It can be hard to hear, but taking that position has helped me immensely by being unforgiving with the pose of prose for myself. I think if I were content, merely to be a writer, I wouldn't have written anything I really like. We need to be hard on ourselves in that way to produce anything substantial. Hard on the part of ourselves that resists doing the work in the name of wearing a hat. Authorship is work, and work is tough and often painful, but work is glorious and satisfying. Work gets us from here to there.

What are the key ingredients in your authorship?

Learn about everything, follow tangents, observe assiduously, listen to conversations, construct taxonomies of things, develop encyclopedic knowledge to the degree you can, and trust that 'there's always something' you can use, that you'll be able to lay hands on, so to speak, when you need to solve a problem, to fabricate a solution, like how a character gets out of a jam. Have a lot of data inputs you can apply across domains. I'm a native interdisciplinarian (to coin a term)—in other words, a polymath.

Other than that, it's just butt in seat, a little familiar music, a sandwich, and the laptop open with fingers flying. I've received, in increments, the grace of needing very few things to be in 'writing mode'; I think that's a worthy goal for anyone intending to do this continuously. The main things that get in my way are car horns, church bells, low-flying helicopters, and an army of flying insects. I write outside whenever I can.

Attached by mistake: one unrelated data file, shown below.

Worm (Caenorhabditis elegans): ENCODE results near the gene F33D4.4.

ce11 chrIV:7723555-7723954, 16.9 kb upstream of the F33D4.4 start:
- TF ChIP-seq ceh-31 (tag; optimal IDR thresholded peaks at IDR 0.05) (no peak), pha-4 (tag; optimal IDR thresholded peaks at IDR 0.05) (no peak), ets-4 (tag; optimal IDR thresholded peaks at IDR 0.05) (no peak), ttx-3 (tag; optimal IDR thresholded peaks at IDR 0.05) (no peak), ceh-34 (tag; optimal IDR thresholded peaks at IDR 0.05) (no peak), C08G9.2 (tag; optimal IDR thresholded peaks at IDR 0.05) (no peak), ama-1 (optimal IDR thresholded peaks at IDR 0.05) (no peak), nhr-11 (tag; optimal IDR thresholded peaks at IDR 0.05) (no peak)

What's your writing process?

On a macro level, I have two days carved out every week dedicated to progress on my books—to anything that pushes the ball forward. I meet with two writing coaches on a third day to review the drafts, and I write down their feedback. I've another couple of half-days for editing. This, and I say "no" to a lot of other things.

I'm committed to doing no more than five things in my life regularly. I love boating, dancing, and a host of other things, but I deliberately don't do them on any consistent basis for the sake of the things that MUST happen consistently. No one writes the great American novel by seeing all their shows, hanging out with all their friends, and going to bed on time, let alone playing video games for five hours. There are trade-offs. Most people will struggle past three things they're deeply committed to. Five is the max. For me, they're my relationships, my business, fiction, karate, and music.